Laws of Constantine the Great, October 18, 315
Concerning Jews, Heaven-worshipers, and Samaritans...
We wish to make it known to the Jews and their elders and
their patriarchs that if, after the enactment of this law,
any one of them dares to attack with stones or some other
manifestation of anger another who has fled their dangerous
sect and attached himself to the worship
of God, he must speedily be given to the flames and
burnt together with all his accomplices.
Moreover, if any one of the population should join their
abominable sect and attend their meetings, he
will bear with them the deserved penalties.
In a subsequent law, Constantine prohibited Jews from owing
Christian slaves and from marrying Christians. His son and
successor, Constantius, was a follower of the Arian sect
of Christianity. He passed laws against Pagan practices,
exiled Catholic Bishops, and extended the laws regulating
Laws of Constantius, August 13, 339
This pertains to women, who live in our weaving factories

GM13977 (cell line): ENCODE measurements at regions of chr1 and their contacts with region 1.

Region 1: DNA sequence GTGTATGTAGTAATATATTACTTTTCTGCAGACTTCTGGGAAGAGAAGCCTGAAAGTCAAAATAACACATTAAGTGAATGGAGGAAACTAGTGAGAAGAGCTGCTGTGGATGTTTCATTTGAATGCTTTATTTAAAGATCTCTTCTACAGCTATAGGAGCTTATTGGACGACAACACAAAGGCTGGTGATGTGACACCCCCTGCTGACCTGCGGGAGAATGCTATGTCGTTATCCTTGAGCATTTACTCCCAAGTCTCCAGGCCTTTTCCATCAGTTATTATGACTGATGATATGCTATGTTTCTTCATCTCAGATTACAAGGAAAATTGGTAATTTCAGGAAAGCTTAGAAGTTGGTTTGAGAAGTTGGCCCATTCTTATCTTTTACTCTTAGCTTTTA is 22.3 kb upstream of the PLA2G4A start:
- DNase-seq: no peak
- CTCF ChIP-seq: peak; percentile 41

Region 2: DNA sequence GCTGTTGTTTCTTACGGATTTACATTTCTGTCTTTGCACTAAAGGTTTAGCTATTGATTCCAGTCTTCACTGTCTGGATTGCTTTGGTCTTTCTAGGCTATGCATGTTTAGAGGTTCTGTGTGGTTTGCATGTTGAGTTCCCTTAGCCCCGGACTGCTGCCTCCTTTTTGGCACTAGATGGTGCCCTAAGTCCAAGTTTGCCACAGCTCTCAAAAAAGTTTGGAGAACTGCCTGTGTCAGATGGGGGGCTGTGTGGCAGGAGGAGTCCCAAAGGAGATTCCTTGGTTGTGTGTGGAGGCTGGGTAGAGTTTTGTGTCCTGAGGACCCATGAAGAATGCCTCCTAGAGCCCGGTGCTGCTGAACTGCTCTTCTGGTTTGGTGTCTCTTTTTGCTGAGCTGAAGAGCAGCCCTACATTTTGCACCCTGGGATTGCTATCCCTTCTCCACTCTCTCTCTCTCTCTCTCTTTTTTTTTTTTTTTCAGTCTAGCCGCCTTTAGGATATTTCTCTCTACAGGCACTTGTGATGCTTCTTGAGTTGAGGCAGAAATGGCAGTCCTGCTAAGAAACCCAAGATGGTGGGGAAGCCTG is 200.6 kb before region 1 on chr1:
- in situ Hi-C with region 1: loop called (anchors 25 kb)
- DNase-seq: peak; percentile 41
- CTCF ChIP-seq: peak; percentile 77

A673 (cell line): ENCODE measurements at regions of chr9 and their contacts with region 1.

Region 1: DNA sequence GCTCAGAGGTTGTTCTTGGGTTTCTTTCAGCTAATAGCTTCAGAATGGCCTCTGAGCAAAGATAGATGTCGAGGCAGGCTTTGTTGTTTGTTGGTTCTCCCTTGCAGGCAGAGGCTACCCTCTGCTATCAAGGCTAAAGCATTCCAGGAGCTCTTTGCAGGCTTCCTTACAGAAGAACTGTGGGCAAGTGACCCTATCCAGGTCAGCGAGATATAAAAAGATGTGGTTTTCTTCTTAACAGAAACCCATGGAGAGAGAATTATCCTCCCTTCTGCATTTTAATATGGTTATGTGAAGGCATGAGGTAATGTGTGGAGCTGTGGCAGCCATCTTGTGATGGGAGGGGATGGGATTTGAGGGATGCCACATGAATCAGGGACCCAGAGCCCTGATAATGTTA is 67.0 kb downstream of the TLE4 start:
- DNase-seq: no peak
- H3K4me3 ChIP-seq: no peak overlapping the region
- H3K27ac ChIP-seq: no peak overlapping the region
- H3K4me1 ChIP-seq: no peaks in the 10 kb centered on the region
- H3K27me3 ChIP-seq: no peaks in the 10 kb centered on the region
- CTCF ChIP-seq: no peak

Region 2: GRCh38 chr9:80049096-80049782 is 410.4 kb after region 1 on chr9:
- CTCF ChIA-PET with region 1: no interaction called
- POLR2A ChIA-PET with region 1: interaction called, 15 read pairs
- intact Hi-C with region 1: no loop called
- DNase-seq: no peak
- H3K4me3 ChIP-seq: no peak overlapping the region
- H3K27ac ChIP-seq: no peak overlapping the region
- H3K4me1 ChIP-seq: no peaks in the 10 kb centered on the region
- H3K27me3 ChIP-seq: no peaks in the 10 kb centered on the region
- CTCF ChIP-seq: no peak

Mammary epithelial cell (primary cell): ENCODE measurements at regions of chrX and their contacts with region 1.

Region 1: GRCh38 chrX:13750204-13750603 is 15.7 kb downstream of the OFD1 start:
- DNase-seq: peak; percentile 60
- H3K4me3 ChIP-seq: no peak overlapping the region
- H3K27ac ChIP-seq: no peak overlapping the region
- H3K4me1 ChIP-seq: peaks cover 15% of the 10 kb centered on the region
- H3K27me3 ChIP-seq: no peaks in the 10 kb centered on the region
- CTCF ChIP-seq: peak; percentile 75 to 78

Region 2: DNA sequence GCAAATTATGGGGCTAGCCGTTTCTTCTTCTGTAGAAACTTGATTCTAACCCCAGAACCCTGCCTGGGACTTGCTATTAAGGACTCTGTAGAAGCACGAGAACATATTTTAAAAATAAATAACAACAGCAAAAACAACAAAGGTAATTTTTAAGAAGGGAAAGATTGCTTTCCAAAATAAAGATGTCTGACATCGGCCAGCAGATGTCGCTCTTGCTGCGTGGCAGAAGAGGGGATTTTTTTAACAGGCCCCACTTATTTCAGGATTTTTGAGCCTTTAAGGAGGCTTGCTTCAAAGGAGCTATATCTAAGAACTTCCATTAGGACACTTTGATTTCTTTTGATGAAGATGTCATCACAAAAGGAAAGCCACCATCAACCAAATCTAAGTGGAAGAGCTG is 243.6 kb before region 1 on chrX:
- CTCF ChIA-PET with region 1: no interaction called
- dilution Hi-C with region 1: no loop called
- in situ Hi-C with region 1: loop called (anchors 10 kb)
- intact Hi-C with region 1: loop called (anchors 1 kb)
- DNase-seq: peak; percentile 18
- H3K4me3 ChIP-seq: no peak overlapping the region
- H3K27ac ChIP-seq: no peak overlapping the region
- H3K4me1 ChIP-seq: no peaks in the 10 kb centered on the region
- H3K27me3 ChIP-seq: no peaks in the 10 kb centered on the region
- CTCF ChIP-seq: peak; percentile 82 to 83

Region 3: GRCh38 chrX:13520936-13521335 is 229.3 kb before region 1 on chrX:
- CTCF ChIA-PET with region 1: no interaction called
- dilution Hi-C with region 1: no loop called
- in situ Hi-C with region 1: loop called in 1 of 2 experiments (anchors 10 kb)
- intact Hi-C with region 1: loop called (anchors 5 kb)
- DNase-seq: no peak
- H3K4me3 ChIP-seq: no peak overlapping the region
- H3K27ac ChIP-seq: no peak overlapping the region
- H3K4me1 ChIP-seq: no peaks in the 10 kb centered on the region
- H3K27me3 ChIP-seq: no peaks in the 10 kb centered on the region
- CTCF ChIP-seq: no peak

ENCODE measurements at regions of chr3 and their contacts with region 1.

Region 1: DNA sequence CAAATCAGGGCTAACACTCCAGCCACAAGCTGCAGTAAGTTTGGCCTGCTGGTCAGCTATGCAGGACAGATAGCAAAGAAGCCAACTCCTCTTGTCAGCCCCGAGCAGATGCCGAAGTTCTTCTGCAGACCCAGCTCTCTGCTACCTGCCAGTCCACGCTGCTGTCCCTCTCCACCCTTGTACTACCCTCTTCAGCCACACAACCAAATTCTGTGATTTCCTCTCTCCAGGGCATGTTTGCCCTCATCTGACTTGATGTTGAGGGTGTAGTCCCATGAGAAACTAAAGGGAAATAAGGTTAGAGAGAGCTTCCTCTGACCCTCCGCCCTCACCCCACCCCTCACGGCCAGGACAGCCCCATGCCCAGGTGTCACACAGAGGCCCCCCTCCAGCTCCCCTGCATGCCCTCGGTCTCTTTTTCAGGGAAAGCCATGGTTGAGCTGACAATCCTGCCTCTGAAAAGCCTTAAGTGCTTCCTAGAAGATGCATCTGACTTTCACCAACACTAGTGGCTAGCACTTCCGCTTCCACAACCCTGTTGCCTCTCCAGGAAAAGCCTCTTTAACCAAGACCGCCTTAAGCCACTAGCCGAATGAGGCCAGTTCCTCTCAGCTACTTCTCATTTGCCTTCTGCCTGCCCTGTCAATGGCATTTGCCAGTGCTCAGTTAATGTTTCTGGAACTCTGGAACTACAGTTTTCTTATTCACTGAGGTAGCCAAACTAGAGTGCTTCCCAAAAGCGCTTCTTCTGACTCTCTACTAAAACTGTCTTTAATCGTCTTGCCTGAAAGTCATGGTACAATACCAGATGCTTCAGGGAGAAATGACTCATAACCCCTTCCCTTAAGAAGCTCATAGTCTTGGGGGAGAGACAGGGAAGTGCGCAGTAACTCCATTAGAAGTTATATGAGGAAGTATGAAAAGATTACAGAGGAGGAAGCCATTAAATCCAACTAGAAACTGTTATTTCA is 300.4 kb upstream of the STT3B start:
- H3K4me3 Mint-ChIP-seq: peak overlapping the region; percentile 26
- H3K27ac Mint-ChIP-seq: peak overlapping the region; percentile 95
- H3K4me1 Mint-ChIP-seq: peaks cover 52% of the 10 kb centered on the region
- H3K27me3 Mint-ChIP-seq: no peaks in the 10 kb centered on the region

and whom Jews, in their foulness, take in marriage. It is
decreed that these
women are to be restored to the weaving factories.
This prohibition is to be preserved for the future lest
the Jews induce Christian women to share their shameful
lives. If they do this they will subject themselves to a
sentence of death...
If any one among the Jews has purchased a slave of another
sect or nation, that slave shall at once be appropriated
for the imperial treasury.
If, indeed, he shall have circumcised the slave whom he
has purchased, he will not only be fined for the damage
done to that slave but he will also receive capital punishment.
If, indeed, a Jew does not hesitate to purchase slaves --
those who are members of the faith that is worthy of respect
[Christianity] -- then all these slaves who are found in
his possession shall at once be removed. No delay shall
be occasioned, but he is to be deprived of the possession
of those men who are Christians.